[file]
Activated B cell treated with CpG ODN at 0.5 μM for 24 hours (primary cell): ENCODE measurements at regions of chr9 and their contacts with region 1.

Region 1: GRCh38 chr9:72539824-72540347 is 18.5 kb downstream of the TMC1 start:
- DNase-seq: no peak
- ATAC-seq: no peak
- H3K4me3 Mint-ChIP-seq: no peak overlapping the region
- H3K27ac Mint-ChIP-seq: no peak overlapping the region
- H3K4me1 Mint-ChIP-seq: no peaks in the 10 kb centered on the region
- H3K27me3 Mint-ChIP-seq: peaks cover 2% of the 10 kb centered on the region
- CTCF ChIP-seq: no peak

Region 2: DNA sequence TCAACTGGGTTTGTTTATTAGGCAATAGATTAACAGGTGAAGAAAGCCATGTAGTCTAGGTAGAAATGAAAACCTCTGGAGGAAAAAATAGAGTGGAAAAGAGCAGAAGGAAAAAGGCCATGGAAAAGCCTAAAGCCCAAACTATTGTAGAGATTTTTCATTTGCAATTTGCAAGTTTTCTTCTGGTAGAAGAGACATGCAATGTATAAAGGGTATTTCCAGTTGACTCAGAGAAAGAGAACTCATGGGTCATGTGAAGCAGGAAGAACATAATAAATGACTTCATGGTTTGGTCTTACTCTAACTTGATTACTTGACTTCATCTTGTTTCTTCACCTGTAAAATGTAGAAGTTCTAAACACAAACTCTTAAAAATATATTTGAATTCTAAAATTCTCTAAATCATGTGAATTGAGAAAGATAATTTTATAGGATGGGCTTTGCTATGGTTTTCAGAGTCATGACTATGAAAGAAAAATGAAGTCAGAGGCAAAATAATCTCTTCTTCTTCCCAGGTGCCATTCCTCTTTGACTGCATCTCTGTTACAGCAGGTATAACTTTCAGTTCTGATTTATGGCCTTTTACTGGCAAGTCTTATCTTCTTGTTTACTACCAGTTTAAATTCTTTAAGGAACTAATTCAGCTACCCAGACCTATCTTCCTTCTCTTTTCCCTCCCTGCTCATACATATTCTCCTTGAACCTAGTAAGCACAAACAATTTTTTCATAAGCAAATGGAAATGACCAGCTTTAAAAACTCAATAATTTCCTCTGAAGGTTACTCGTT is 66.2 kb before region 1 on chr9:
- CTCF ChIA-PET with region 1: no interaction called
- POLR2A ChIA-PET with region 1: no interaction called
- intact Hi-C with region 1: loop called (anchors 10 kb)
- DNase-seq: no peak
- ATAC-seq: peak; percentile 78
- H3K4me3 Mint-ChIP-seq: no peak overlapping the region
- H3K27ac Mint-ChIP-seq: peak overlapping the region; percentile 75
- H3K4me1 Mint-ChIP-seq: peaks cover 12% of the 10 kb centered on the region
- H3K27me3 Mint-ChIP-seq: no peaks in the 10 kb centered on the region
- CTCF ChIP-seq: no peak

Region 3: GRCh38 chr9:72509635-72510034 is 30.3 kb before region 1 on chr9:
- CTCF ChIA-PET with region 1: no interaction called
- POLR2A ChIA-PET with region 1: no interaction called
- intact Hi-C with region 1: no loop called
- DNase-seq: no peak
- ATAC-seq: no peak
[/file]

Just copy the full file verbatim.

Activated B cell treated with CpG ODN at 0.5 μM for 24 hours (primary cell): ENCODE measurements at regions of chr9 and their contacts with region 1.

Region 1: GRCh38 chr9:72539824-72540347 is 18.5 kb downstream of the TMC1 start:
- DNase-seq: no peak
- ATAC-seq: no peak
- H3K4me3 Mint-ChIP-seq: no peak overlapping the region
- H3K27ac Mint-ChIP-seq: no peak overlapping the region
- H3K4me1 Mint-ChIP-seq: no peaks in the 10 kb centered on the region
- H3K27me3 Mint-ChIP-seq: peaks cover 2% of the 10 kb centered on the region
- CTCF ChIP-seq: no peak

Region 2: DNA sequence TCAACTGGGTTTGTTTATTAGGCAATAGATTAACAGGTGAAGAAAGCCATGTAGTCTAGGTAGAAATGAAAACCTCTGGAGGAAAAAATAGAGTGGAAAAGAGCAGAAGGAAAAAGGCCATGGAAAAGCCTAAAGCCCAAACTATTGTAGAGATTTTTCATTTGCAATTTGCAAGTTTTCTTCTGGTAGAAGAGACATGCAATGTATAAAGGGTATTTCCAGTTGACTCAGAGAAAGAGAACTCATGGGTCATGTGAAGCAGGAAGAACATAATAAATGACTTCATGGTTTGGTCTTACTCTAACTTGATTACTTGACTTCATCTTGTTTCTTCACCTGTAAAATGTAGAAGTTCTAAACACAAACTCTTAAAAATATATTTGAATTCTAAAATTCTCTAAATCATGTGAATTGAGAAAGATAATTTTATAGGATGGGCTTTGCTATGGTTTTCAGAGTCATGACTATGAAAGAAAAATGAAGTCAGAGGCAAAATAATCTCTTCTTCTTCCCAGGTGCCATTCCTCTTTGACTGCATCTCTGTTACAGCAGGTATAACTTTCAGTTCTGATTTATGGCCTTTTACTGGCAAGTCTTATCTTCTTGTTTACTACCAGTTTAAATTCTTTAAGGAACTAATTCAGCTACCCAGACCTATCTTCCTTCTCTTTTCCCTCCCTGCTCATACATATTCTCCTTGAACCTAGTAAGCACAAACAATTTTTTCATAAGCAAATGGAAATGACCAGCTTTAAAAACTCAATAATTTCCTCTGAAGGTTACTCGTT is 66.2 kb before region 1 on chr9:
- CTCF ChIA-PET with region 1: no interaction called
- POLR2A ChIA-PET with region 1: no interaction called
- intact Hi-C with region 1: loop called (anchors 10 kb)
- DNase-seq: no peak
- ATAC-seq: peak; percentile 78
- H3K4me3 Mint-ChIP-seq: no peak overlapping the region
- H3K27ac Mint-ChIP-seq: peak overlapping the region; percentile 75
- H3K4me1 Mint-ChIP-seq: peaks cover 12% of the 10 kb centered on the region
- H3K27me3 Mint-ChIP-seq: no peaks in the 10 kb centered on the region
- CTCF ChIP-seq: no peak

Region 3: GRCh38 chr9:72509635-72510034 is 30.3 kb before region 1 on chr9:
- CTCF ChIA-PET with region 1: no interaction called
- POLR2A ChIA-PET with region 1: no interaction called
- intact Hi-C with region 1: no loop called
- DNase-seq: no peak
- ATAC-seq: no peak